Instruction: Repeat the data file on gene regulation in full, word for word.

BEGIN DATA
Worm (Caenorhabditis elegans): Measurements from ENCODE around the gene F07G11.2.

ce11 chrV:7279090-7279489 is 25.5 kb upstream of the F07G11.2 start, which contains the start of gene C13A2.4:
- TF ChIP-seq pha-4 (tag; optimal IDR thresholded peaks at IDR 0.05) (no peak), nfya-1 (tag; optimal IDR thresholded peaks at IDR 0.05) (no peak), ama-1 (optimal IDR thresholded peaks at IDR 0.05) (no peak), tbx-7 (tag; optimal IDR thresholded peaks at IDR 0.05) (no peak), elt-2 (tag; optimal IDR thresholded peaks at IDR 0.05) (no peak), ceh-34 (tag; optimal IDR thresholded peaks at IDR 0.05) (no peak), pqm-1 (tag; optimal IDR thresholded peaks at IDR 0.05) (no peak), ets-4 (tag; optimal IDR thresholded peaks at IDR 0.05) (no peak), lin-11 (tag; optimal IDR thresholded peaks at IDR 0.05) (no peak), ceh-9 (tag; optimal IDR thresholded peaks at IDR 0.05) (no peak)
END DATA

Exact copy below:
Worm (Caenorhabditis elegans): Measurements from ENCODE around the gene F07G11.2.

ce11 chrV:7279090-7279489 is 25.5 kb upstream of the F07G11.2 start, which contains the start of gene C13A2.4:
- TF ChIP-seq pha-4 (tag; optimal IDR thresholded peaks at IDR 0.05) (no peak), nfya-1 (tag; optimal IDR thresholded peaks at IDR 0.05) (no peak), ama-1 (optimal IDR thresholded peaks at IDR 0.05) (no peak), tbx-7 (tag; optimal IDR thresholded peaks at IDR 0.05) (no peak), elt-2 (tag; optimal IDR thresholded peaks at IDR 0.05) (no peak), ceh-34 (tag; optimal IDR thresholded peaks at IDR 0.05) (no peak), pqm-1 (tag; optimal IDR thresholded peaks at IDR 0.05) (no peak), ets-4 (tag; optimal IDR thresholded peaks at IDR 0.05) (no peak), lin-11 (tag; optimal IDR thresholded peaks at IDR 0.05) (no peak), ceh-9 (tag; optimal IDR thresholded peaks at IDR 0.05) (no peak)